APAMSA Partnership: Apply For 2017 CAMS Scholarship and Fellowship

On behalf of the Chinese American Medical Society (CAMS) we would like to invite APAMSA members to apply for this year’s CAMS Scholarship Program and Summer Research Fellowship Program. The applications are now available on our website, www.camsociety.org.

Deadline to submit the applications in full is April 30, 2017, 11:59PM EST.


2017 CAMS Scholarship

Eligibility: To be eligible, the applicant must be in his/her first, second or third year of medical or dental school in the USA. Students just accepted into medical or dental school at the time of application are not eligible to apply.

Required Documents: 

To complete the application, the following supporting documents are required:

1. Completed and Signed Application Form

2. Applicant’s Current Curriculum Vitae

3. A letter from the Dean of Student verifying that the applicant is in good standing

4. Two Letters of Recommendation

To download application or get more info, please visit www.camsociety.org/scholarship.


2017 CAMS Summer Research Fellowship

The purpose of this scholarship is to promote and support clinical and basic science research among Chinese American medical and dental students.

Project Criteria: Projects must be a completed in a minimum of 8 weeks and up to 10 weeks. They can either be in the basic sciences or clinical research. A physician or a dentist must sponsor and supervise the project. Special consideration will be given to projects involving Chinese American health issues. At the completion of the project, a written report should be submitted. Applicants must be a current student in an U.S. accredited medical or dental school.

Stipend: Students will be paid a stipend of $400 per week for up to 10 weeks. Research support and expenses are the responsibility of the sponsor.

Required Documents:

1. CAMS Summer Research Fellowship Application

2. Project Description Please include summary/background/hypothesis/specific aims/ methods/Analysis Plan. Maximum 5 pages.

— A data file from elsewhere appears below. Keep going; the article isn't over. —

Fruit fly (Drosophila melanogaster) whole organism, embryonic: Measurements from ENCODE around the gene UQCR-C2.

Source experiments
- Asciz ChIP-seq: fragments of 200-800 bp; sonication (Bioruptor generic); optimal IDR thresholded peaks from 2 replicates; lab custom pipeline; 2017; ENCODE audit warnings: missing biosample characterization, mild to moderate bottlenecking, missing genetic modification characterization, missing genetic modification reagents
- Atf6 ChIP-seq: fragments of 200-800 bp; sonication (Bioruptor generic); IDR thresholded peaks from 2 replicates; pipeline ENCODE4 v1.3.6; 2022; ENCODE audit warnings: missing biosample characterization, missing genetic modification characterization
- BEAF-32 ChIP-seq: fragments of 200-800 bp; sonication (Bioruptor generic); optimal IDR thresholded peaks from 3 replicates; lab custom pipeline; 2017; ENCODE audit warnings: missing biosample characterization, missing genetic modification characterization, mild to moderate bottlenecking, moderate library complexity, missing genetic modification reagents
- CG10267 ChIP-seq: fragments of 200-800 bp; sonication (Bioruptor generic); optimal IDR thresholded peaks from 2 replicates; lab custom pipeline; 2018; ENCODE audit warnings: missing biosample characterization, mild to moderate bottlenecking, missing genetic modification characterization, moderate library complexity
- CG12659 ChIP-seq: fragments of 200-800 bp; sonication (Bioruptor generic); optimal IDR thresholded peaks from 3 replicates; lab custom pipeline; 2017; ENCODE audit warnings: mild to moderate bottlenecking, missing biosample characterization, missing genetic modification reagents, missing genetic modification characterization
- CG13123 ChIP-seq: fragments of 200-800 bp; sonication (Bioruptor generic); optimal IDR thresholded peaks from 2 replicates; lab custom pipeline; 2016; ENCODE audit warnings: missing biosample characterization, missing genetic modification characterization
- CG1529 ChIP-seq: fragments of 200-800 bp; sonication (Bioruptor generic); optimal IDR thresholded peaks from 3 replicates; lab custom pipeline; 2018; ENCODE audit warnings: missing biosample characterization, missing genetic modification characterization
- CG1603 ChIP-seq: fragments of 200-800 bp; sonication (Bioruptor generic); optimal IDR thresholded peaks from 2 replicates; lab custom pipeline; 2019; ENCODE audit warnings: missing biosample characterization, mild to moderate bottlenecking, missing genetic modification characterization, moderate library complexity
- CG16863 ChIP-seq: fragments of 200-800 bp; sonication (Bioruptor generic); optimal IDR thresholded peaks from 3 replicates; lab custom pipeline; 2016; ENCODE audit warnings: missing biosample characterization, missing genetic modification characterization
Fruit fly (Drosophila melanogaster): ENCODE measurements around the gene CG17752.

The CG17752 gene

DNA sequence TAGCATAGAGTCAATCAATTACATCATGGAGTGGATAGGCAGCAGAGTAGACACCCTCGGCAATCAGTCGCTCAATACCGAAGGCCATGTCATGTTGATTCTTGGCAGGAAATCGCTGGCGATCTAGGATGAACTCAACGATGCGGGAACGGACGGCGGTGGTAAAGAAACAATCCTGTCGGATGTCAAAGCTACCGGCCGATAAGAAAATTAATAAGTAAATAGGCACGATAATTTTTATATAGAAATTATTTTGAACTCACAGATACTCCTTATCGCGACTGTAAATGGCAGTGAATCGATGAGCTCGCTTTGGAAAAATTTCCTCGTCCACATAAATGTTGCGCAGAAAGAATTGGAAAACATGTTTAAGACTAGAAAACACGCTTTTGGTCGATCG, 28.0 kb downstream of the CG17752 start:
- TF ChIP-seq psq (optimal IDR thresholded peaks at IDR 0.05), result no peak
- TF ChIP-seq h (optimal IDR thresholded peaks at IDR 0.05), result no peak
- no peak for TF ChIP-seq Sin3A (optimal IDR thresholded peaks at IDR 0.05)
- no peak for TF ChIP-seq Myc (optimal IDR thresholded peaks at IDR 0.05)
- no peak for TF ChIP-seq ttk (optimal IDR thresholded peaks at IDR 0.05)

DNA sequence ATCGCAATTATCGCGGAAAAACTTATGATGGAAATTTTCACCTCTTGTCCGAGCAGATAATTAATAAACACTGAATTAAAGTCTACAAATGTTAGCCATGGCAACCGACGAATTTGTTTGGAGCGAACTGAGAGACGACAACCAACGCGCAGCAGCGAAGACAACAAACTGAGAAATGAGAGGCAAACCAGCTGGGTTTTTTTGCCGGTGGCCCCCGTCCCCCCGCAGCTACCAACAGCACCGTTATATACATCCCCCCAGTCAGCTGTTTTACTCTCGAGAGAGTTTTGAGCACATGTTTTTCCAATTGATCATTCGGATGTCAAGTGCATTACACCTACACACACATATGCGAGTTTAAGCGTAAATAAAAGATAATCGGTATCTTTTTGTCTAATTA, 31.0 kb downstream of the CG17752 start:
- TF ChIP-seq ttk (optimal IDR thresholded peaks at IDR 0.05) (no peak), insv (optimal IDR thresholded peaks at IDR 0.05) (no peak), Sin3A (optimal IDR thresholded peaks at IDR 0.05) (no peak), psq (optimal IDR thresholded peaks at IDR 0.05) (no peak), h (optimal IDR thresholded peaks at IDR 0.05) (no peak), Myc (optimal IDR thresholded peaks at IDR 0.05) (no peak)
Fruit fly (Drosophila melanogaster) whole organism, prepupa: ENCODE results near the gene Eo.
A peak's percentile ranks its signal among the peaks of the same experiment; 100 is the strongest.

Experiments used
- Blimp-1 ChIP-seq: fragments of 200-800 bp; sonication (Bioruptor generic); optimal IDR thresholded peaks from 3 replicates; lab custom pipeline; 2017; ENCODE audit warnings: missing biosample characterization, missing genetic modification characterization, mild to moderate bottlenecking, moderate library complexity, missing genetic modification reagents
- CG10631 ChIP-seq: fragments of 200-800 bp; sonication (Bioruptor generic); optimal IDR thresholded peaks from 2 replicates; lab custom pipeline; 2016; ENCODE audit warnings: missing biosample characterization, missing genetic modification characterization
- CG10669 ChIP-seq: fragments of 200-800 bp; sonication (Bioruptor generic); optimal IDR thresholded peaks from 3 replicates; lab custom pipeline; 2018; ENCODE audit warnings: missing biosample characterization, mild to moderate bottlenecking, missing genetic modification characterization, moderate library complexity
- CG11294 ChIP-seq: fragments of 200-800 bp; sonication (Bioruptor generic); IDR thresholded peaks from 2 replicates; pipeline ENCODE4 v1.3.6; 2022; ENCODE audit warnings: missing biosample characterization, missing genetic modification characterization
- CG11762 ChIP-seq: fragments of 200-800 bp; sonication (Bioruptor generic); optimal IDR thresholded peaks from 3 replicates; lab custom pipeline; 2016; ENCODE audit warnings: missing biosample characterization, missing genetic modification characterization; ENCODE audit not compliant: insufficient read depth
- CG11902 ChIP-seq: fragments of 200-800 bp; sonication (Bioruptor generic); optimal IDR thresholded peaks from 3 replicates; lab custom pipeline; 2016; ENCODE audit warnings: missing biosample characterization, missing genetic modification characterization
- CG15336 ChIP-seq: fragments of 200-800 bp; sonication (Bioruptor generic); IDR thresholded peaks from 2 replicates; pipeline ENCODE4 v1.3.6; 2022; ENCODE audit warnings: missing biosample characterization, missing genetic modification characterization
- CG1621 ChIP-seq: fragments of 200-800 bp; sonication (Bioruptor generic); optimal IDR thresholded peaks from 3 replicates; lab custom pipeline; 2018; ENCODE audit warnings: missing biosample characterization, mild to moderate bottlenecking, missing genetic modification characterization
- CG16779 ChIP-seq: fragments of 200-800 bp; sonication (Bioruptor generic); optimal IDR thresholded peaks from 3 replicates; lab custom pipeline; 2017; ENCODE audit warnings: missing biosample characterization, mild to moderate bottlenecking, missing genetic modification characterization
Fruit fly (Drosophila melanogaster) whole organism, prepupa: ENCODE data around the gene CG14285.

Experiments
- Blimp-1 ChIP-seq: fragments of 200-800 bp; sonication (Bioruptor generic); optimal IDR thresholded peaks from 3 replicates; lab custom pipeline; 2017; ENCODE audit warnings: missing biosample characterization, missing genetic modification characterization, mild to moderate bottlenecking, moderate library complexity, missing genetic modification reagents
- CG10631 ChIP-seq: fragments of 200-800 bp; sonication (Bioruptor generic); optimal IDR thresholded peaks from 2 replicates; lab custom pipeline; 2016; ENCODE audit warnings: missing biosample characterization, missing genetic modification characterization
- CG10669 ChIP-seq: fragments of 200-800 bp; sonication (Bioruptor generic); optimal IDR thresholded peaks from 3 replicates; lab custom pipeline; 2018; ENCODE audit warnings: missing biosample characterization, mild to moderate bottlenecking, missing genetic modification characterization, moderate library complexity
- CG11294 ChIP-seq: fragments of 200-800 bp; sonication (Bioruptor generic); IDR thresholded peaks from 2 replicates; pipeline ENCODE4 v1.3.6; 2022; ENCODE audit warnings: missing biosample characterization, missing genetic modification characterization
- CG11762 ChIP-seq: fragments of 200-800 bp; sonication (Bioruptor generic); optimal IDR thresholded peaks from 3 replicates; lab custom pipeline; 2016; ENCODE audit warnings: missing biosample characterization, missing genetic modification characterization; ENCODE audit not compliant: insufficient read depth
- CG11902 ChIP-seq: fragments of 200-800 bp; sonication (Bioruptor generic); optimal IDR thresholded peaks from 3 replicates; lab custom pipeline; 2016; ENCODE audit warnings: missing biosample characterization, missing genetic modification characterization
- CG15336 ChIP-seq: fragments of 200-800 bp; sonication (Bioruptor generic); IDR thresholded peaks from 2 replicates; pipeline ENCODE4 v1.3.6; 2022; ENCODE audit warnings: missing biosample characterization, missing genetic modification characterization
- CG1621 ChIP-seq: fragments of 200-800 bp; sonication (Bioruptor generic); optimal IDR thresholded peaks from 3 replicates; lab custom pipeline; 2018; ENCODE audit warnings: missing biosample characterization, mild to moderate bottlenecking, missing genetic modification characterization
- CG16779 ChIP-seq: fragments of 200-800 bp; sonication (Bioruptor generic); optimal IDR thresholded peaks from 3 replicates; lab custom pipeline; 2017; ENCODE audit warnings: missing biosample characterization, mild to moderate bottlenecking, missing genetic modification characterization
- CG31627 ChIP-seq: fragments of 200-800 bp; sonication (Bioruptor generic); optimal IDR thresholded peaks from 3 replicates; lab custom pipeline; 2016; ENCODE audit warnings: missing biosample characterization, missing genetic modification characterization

3. Applicant’s current Curriculum Vitae. Please include education & employment

4. A Letter from the Applicant’s Supervising Investigator supporting the research project

5. A Letter from the Dean of Students verifying that the applicant is in good standing.

To download the application or get more information, please visit www.camsociety.org/fellowship.

APAMSA Hepatitis Community Screening Grant

Hello APAMSA members!

The APAMSA Hepatitis Project offers grants of up to $2000 to conduct Hepatitis screenings and/or education events. The APAMSA Hepatitis Community Grant Application deadline is Feb 15, 2017 at 11:59PM EST.

All APAMSA Chapters are eligible to apply for the grant to fund Hepatitis screening and education activities! Screening and education activities must occur between February 2017 and June 2017.

You can access the APAMSA Hepatitis grant applications at the following website, where you can find out more details about the grant applications and what the grant funding can be used for: http://www.hepatitis.apamsa.org/grants

Have a question about the grant? Reach out to the APAMSA Hepatitis Director, Anderson Nguyen, at hepatitis@apamsa.org!

Also, we are happy to announce that the 2017 National APAMSA Hepatitis B & C Conference will be October 21, 2017 in Washington, D.C.! Travel grant applications open on August 1st, 2017. If you are interested in joining the conference committee, please email APAMSA Hepatitis Conference Director, Diana Cheung, at hepconference@apamsa.org for the application.

Thank you!

APAMSA National Hepatitis Project
Email: Hepatitis@APAMSA.org
Website: http://www.hepatitis.apamsa.org/grants

2017 APAMSA Global Health Fellowship

Interested in Community, Public and Global Health? Want to understand different approaches to international development? APAMSA has partnered with the Comprehensive Rural Health Project (CRHP) in Jamkhed, India to make available a three week course studying community health and development.

Learn about:

• Village Health Worker Training
• Delivery of Pre/Post Natal Care
• Adolescent Girls Program and Pre-School Programs • Women’s Health
• Agriculture and Watershed Development